52 States in 8 Months

Cybernetics combines Cyberspace and Cyborgs!

Posted in University stuff by Ulf on January 17, 2009

bild4858bild4861Most of the research in our lab is somehow related to the human body. Well, mine isn’t. But we have a lot of Ph.D. students who are for example working on robots for small disabled children and walking machines for stroke patients. Naturally we do a lot of experiments with healthy people, too.

On Friday I was the “guinea pig” in an experiment for Mehmet’s thesis. He did not want to tell me what exactly the experiment would be about, but I somehow I have a clue ;-). Anyway, the preparation started with fitting a shoe and an exoskeleton-like brace to my right leg. So I was just standing around while Huny and Mehmet were working on my leg.

Afterwards we went to the Physical Therapy Department of the University of Delaware. They have a room which is equipped with a treadmill and almost a dozen of infrared cameras with infrared headlamps. You’ll notice the bright NIR lights on the pictures. The human eye obviously sees almost nothing. It does not even get warm if you put your hand in front of them, so they can’t be very powerful.

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I’d guess that my brace was the cheapest part of the equipment in this room. I mean, even the treadmill was so advanced, it offered two different belts so that one could move the left leg at a different speed than the right one. That’s a feature they use for stroke patients. And the treadmill had a lot of force sensors, of course. And an IP address: I’m sure one could use them for Ethernet-controlled experiments with little hamsters in their hamster wheels ;-).

In this lab I met Josh who is also doing an Ph.D. in the area of biomechanics. Josh prepared some reflectors which he later fixed to my body while Mehmet did some final adjustments on the brace and on my shoe:

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So, as the final moment came closer, Josh equipped me with those little reflectors which could be spotted by the IR cameras. In fact, most of them are somewhere on my back so you can’t see them on the pictures. Finally I jumped on the treadmill and started walking. They figured out that my “comfortable” walking speed is around 1.3 m/s which is about 2.9 mph (4.68 km/h). Am I really such a traffic blocker when walking? I hoped to do at least 5 km/h! Anyway, the experiment was designed for about 1.0 or 1.1 m/s, so I could live with it :-).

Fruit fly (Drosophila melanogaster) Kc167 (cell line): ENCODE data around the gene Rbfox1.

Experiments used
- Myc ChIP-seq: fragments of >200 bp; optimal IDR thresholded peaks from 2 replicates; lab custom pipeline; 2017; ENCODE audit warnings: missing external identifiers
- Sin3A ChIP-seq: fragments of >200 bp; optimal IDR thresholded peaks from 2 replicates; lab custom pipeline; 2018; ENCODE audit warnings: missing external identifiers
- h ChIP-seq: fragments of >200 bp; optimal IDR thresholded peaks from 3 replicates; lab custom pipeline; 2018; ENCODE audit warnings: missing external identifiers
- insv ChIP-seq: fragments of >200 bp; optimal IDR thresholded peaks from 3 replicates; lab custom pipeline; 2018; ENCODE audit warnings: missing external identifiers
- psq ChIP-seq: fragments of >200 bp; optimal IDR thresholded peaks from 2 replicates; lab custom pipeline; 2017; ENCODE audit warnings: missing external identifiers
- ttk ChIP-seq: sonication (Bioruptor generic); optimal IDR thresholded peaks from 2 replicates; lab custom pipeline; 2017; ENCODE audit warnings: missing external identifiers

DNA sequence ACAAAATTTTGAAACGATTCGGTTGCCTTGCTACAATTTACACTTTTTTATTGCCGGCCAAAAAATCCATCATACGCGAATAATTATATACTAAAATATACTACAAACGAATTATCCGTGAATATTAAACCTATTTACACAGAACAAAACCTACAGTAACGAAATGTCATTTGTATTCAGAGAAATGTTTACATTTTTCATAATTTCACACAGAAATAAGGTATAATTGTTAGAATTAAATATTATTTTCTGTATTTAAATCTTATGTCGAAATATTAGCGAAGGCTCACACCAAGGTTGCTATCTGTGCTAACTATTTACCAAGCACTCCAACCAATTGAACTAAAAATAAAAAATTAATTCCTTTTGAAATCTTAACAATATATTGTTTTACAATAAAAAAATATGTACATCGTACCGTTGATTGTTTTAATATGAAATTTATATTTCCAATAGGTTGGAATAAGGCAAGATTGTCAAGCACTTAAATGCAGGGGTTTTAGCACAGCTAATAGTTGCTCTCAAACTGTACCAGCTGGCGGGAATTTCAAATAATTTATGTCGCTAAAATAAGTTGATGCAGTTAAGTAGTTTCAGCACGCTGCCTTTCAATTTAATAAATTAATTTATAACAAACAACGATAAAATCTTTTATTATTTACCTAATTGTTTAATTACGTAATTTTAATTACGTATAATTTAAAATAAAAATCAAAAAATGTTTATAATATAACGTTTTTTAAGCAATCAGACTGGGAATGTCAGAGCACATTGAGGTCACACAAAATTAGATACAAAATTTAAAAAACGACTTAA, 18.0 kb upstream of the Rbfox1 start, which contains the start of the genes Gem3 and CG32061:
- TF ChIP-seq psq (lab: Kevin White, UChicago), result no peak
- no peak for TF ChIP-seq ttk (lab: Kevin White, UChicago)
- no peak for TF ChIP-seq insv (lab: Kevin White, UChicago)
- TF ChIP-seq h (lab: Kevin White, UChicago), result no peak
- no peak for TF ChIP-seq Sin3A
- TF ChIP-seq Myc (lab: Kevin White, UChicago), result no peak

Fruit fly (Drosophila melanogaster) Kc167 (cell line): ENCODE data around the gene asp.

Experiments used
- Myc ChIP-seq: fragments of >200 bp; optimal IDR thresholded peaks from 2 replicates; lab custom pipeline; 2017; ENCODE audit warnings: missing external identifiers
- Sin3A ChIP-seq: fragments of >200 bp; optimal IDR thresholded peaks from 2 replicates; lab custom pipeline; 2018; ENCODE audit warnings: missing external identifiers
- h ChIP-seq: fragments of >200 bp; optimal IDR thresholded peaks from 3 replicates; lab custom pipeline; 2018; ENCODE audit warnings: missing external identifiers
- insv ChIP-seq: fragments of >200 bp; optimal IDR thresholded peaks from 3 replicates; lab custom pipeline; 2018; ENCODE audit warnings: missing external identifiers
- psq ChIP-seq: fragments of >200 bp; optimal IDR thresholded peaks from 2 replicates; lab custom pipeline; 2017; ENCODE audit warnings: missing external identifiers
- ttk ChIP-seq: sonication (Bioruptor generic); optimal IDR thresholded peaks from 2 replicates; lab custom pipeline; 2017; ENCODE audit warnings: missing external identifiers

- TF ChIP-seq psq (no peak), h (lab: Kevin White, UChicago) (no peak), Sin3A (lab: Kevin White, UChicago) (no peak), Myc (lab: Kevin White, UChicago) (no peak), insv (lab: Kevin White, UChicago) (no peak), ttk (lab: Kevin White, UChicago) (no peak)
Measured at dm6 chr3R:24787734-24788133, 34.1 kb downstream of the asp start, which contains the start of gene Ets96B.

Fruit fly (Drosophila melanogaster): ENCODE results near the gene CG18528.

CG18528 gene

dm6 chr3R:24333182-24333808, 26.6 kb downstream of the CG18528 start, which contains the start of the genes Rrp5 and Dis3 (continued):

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If you like, you can also see a little video of my treadmill walking:

Do you want to see some results from these experiments? You won’t! At least not right now. When I was walking, I did not engage the pressure sensors near the front of my foot properly. So on the computer it looked like I was using me heels only. Sorry about that, but we’ll do another run on Thursday. I’ll also show you a picture of myself in some cyberspace then!

Update: I walked around the Newark Reservoir today. The markers on the path say that I covered a distance of 1.1 miles. It took me 18:53 minutes at my normal walking speed. The Google Calculator converts this to 5.6 km/h (or 1.56 m/s or 3.5 mph).
After walking around the reservoir I took the bike. At least on the first three quarters I tried to push like hell. My lap time was a 4:13, but I guess I can deduce a few seconds for putting my stop clock into a pocket and taking it out again. Anyway, this is about 16mph or 25km/h.


2 Responses

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  1. Martin said, on January 20, 2009 at 1:07 pm

    Why you have to waer “Windeln” while doing the experiment. And I wonder what my walking speed would be. And last but not least, 25km/h with the bike? And you where pushing? Uuuuulf, you need some training badly. And no, I repeat NO excuses that the bike was bad :P

  2. […] Posted in University stuff by Ulf on February 6th, 2009 In mid January ago I told you about an experiment which I took part in. On the first run however, there were some problems with the pressure sensors […]

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